Leo Strauss on Hegel (The Leo Strauss Transcript Series) (Paperback)
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In the winter of 1965, Leo Strauss taught a seminar on Hegel at the University of Chicago. While Strauss neither considered himself a Hegelian nor wrote about Hegel at any length, his writings contain intriguing references to the philosopher, particularly in connection with his studies of Hobbes, in his debate in On Tyranny with Alexandre Kojève; and in his account of the “three waves” of modern political philosophy.
Leo Strauss on Hegel reconstructs Strauss’s seminar on Hegel, supplemented by passages from an earlier version of the seminar from which only fragments of a transcript remain. Strauss focused his seminar on the lectures collected in The Philosophy of History, which he considered more accessible than Hegel’s written works. In his own lectures on Hegel, Strauss continues his project of demonstrating how modern philosophers related to ancient thought and explores the development and weaknesses of modern political theory. Strauss is especially concerned with the relationship in Hegel between empirical history and his philosophy of history, and he argues for the primacy of religion in Hegel’s understanding of history and society. In addition to a relatively complete transcript, Leo Strauss on Hegel also includes annotations, which bring context and clarity to the text.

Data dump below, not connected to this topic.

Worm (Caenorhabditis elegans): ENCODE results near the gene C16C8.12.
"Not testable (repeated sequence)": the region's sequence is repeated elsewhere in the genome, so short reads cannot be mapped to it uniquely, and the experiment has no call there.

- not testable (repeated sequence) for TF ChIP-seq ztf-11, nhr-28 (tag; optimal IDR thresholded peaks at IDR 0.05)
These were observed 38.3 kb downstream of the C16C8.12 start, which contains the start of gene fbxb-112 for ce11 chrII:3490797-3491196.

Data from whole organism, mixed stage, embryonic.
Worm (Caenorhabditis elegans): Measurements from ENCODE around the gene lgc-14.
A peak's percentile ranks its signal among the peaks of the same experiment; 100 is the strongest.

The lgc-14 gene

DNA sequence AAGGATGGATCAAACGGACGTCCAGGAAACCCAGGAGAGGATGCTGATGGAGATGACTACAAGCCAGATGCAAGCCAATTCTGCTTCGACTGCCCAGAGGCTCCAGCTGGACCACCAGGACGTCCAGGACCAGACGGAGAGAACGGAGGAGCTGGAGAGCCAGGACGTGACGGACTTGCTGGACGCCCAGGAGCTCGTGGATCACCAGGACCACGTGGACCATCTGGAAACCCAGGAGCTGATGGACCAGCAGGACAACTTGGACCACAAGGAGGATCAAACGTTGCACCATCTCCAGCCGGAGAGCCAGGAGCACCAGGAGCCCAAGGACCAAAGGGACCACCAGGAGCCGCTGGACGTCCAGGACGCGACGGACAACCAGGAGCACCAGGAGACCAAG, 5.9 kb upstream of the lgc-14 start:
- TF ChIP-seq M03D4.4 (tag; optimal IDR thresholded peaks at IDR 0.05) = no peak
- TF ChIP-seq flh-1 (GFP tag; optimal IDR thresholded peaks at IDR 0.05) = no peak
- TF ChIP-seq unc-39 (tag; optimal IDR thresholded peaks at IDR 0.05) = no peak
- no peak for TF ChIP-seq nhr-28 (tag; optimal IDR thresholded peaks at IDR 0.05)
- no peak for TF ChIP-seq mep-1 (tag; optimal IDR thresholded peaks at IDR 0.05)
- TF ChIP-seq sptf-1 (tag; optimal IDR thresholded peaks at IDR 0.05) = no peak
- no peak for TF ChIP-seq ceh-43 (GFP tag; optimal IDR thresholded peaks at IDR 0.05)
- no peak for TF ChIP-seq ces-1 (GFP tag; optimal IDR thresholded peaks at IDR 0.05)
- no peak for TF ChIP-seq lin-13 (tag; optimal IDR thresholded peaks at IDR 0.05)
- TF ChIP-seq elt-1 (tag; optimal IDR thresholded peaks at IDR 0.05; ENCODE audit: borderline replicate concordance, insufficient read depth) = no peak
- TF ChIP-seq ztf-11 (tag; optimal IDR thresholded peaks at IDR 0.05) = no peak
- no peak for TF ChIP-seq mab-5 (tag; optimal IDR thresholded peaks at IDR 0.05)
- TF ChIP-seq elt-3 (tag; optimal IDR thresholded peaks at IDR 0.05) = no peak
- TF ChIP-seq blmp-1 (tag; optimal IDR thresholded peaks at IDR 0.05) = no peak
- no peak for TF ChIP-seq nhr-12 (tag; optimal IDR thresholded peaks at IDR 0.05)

About the Author
Paul Franco is the Barry N. Wish Professor of Government and Social Studies at Bowdoin College. He is the author or editor of six books, including Nietzsche’s Enlightenment: The Free-Spirit Trilogy of the Middle Period and Leo Strauss on Hegel, both also published by the University of Chicago Press.
"On Hegel. . . . Strauss.grants us a more comprehensive insight into Strauss’ mature. . . .view of Hegel’s philosophy than we find elsewhere in his work."
— Max Morris, Phenomenological Reviews
"This work tells us a lot about Strauss's pedagogy and about the need for professors to remain attentive to the brightest thinkers so that we may humbly and rigorously translate their excellence to students."
— Archives de la philosophie (Translated from French)